What are the features of rats? Information on rat animal, living habitat, reproduction and features.
Rat; any of several small mammals of the family Muridae. The term is most appropriately applied to the Norway or house rat, Rattus norvegicus. Its coarse fur is generally brown above, with scattered black hairs, while its under-parts are pale gray or grayish brown. The prominent ears are naked, and the scaly tail is nearly so. Adults reach an average length of 15 inches, including the tail. Their weight seldom exceeds a pound. A related species, the roof rat, R. rattus alexandrinus, is gray and has a longer tail.
The Norway rat is cosmopolitan. Introduced into the United States in about 1775, it has since become established in every state in the Union. Rats are primarily nocturnal, becoming active at dusk, and therefore are seldom seen, although evidence of their presence is on every hand. They are found wherever there is an abundance of food and shelter, and without these prime requisites soon move on to more favorable regions. Rats live in subways, sewers, and the crowded tenements of the great metropolitan districts and in the grain fields of the farm country. While they often occur in great numbers on a farm, such numbers are seldom suspected, since rats are adept at hiding or scurrying away at the approach of man.
Rats are excellent swimmers and may remain underwater for three minutes.
They also are adept climbers, but they can jump only two feet. Their bulky nests, situated under planks or buildings, in walls, or in the earth, are composed of any material at hand. From these retreats trails lead to feeding stations, usually located in cover that hides the rats from potential enemies. Rats seldom move more than 100 to 200 feet from their nests. On farms, however, they tend to move from buildings to fields during warm weather, returning to the buildings with the approach of frost.
Norway rats may breed throughout the year, although the heaviest production occurs in spring and fall. Highly prolific, rats produce five or more litters a year, each numbering from 2 to 20 young, after a gestation period of 21 or more days. The young are naked, blind, and helpless at birth but grow rapidly, becoming sexually mature at from three to five months. A rat three years old is comparable in age to a human centenarian.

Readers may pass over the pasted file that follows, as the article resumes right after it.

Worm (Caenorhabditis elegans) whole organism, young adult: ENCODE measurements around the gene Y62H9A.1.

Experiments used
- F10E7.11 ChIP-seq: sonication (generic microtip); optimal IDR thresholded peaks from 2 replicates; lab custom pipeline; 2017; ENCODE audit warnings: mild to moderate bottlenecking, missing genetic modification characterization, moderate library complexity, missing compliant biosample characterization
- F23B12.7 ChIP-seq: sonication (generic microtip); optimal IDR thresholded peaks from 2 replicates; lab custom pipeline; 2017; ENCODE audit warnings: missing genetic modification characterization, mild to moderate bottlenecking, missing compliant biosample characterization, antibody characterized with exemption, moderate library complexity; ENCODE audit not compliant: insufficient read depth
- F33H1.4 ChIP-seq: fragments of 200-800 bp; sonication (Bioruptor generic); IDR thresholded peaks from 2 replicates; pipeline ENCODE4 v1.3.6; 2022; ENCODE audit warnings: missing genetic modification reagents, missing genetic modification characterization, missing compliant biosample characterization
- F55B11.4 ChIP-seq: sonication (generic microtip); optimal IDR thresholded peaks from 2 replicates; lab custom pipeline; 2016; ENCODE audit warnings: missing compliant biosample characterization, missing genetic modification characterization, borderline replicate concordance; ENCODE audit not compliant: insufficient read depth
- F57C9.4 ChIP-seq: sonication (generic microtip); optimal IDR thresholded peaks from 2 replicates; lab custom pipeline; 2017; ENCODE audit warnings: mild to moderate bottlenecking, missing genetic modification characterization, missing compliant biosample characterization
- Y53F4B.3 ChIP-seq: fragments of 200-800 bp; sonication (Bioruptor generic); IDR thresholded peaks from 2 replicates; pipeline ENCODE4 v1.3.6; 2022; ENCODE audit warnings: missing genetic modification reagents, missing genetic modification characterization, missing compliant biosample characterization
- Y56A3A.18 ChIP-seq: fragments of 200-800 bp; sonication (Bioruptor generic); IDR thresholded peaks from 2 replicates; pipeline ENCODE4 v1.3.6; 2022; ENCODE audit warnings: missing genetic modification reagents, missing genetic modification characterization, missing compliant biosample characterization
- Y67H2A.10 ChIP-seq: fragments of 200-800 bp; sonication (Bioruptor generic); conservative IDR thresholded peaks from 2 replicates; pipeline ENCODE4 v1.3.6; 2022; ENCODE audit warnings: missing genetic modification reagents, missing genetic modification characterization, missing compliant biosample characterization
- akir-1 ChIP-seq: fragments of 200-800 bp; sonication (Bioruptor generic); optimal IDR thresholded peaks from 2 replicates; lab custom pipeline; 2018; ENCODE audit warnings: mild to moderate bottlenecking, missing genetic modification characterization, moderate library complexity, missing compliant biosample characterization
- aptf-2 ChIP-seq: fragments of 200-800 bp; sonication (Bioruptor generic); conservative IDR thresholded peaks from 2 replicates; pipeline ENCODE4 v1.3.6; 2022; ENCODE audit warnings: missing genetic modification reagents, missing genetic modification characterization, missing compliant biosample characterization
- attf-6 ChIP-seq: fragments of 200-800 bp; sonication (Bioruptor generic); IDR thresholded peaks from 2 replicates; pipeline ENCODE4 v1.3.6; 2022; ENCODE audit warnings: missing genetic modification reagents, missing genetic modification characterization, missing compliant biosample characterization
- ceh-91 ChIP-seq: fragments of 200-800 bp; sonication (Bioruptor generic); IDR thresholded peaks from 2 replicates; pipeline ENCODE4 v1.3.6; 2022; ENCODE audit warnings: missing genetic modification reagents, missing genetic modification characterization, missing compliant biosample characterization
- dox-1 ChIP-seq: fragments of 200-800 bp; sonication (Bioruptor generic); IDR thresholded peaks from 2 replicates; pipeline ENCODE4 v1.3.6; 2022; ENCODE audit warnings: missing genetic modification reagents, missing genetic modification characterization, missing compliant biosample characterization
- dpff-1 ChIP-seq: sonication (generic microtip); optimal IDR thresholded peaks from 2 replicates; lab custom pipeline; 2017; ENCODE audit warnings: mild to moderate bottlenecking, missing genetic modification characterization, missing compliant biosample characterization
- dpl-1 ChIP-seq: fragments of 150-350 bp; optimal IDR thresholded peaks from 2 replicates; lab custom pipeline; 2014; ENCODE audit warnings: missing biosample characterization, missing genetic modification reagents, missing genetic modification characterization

Rats are among the world’s greatest pests. In the United States alone they eat from $500 million to $3 billion worth of food annually, and they destroy or make unfit for human consumption far more than they eat. More important, they serve as disseminators of many dread diseases, including bubonic plague, which resulted in the death of 25 million persons in 14th century Europe. Other diseases transmitted by rats are endemic typhus and spirochetal jaundice. Food poisoning organisms are transmitted through contamination, while rats may be carriers of tularemia, rabies, trichinosis, and some livestock diseases.
Rats have probably been responsible for a greater number of human deaths than have all the wars of history.
Conversely, the laboratory white rat, which is merely an albino Norway rat, has been of inestimable value to man. It is widely used as an experimental animal in the study of human diseases, in nutritional studies, and in anatomical research. Animal behaviorists and psychologists find this rat an excellent subject for investigation, and it has long been employed for dissection in zoology courses.
Rats equal the human population in numbers and compete with man for food, and extensive control measures must therefore be adopted to allay the great loss which they occasion. Since rats are dependent on a ready source of food and shelter to maintain themselves, the ratproofing of buildings and food stores is one of the most effective means of control. Trapping is effective for only a limited time, as rats are wary by nature and soon learn to shun a trap. The use of poisons has proved the most effective control agent. In murine typhus outbreaks, poison campaigns against rats have encompassed an entire city.
Poisons widely used in the past include arsenic, barium carbonate, zinc phosphide, and strychnine. These poisons, mixed with bait, may endanger humans, pets, and livestock, however, and a newer poison consists of a tasteless and odorless anticoagulant that causes internal hemorrhaging. The rat is not made suspicious by this poison and takes a sufficient amount in repeated feedings to cause death.